“Fill out an application!”

“Really?” Matt asked, then paused to look at the profile: a stout pup that mostly looked like a brittany spaniel. It was clear Matt was still burned by the collective Ranger/Daisy experiences.

“Do it,” I said.

But doing it was not an easy task. The application was mammoth, asking everything from our understanding of the dog’s breed (with examples of how we researched this information) to what we would do if we could no longer keep the dog. It also asked for two personal references (including their phone numbers AND emails!) and contact information for our current vet.

Matt was daunted.

“I don’t want to do this,” he complained, about 10 minutes into the process.

“Babe, it’s worth it. Push through,” I reassured him.

Another 10 minutes later, and Matt was stumped.

I reached out, asking for his computer. “C’mon, let me finish it up.”

“It’s just so invasive,” he said. “They’ll know where we live and we haven’t even seen the dog yet. They’ll even know we have a dog door!”

We sent out the app, and I got busy sending thank-you emails to my friends for putting in a good word. I later found out they each had to fill out a lengthy questionnaire asking everything from where my existing pets sleep to my disciplinary approach.

That night I received an email saying the application was received, and that it could be expedited by faxing vaccination records for my current pets. Amazingly, I has those papers handy, and sent them off. I soon received a second email thanking me, and letting me know the adoption process could take up to three weeks since the organization is run completely by volunteers. The woman also explained in detail how the adoption process worked.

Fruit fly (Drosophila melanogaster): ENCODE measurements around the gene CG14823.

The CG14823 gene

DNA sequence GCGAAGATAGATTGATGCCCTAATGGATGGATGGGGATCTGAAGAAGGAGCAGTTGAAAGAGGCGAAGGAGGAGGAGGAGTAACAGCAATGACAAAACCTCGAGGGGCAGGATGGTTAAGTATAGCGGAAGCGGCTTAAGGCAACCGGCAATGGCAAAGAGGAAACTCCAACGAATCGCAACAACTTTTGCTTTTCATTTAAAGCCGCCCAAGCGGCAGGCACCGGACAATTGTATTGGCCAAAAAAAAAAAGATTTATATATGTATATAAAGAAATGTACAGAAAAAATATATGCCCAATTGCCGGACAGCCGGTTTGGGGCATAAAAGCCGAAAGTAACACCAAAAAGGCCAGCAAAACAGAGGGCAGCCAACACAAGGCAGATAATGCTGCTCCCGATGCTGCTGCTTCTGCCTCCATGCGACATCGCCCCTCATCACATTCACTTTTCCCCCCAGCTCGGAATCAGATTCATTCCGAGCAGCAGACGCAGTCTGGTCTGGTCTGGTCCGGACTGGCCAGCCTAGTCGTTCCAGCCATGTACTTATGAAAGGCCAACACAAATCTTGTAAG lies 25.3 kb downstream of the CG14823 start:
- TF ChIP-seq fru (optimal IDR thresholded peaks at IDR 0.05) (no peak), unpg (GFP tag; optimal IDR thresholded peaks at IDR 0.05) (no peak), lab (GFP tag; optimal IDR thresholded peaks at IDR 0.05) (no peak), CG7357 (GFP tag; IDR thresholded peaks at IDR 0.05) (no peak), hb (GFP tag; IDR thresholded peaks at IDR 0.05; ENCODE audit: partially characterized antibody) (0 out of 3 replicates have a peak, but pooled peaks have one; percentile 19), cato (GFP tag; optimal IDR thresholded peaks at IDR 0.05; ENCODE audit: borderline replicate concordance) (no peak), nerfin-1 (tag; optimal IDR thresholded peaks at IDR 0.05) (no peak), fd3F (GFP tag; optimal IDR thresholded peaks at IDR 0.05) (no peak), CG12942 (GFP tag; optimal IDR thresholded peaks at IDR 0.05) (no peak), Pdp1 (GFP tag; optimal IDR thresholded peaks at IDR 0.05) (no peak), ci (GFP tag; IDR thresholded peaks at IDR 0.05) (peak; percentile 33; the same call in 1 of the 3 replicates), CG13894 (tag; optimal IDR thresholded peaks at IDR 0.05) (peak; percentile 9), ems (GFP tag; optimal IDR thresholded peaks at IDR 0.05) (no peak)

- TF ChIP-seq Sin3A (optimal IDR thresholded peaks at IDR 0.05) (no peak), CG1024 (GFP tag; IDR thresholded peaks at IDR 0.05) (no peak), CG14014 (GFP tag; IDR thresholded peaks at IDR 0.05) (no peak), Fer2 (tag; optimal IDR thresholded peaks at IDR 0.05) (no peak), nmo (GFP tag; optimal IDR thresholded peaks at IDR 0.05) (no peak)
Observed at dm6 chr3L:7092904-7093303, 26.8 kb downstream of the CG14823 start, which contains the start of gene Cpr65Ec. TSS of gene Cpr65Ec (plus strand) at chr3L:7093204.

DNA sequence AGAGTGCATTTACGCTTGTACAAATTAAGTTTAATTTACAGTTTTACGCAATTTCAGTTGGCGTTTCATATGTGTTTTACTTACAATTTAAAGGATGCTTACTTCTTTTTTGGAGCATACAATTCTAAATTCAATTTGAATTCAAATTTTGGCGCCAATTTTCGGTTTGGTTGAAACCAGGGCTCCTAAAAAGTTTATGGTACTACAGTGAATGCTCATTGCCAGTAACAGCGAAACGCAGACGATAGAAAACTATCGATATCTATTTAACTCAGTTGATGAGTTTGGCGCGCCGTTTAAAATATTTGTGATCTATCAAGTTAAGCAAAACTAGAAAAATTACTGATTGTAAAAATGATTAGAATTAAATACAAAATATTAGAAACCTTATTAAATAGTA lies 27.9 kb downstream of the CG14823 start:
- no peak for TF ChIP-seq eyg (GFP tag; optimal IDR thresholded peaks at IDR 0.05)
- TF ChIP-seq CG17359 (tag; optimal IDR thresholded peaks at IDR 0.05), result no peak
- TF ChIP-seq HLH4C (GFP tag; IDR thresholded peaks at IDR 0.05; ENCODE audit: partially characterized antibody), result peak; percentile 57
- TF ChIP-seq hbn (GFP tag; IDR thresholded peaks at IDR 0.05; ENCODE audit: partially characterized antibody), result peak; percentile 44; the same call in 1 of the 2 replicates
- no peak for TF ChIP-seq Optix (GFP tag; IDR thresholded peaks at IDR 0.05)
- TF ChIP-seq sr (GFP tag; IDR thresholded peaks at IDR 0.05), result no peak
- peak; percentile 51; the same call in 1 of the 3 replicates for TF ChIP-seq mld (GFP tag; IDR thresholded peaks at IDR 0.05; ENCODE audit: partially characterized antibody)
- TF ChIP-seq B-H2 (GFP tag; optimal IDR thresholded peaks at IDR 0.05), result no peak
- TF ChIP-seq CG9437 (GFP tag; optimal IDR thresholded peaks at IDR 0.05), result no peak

Matt and I were pleased with this news since, well, it was news. After our last experience, this little crumb of communication felt like a steak dinner.

Next we received an email saying the reference portion of our interview was complete, and that Scout’s foster parents or a rescue representative would be in touch to interview us.

That Thursday I received a phone call during my lunch break. Seeing the number was from Kentucky, I eagerly picked it up. A woman with the rescue’s main office had a few questions for me, then she said all my paperwork was in order, and she hoped to conduct a home visit within two weeks. My heart just about jumped out of my chest. We were making progress. Finally.

After a long four-day weekend of no communication, we felt less hopeful. So I jumped in the driver’s seat and called the woman in Kentucky. It ends up she was about to call me to ask about availability for a home visit. She offered Friday, and I said Matt would definitely be there, and I would be able to meet after work.

It’s finally feeling possible. Possible that Matt and I could soon be parents to a new pup. It’s hard to keep our emotions in check, while giving ourselves permission to whoop it up a bit. I called my mom to share my excitement. I imagined Scout, with his soft brown ears, in my house and meeting Lexie.

Matt and I considered buying another dog bed for the front room. But we decided to hold off. We know better.

One thing at a time.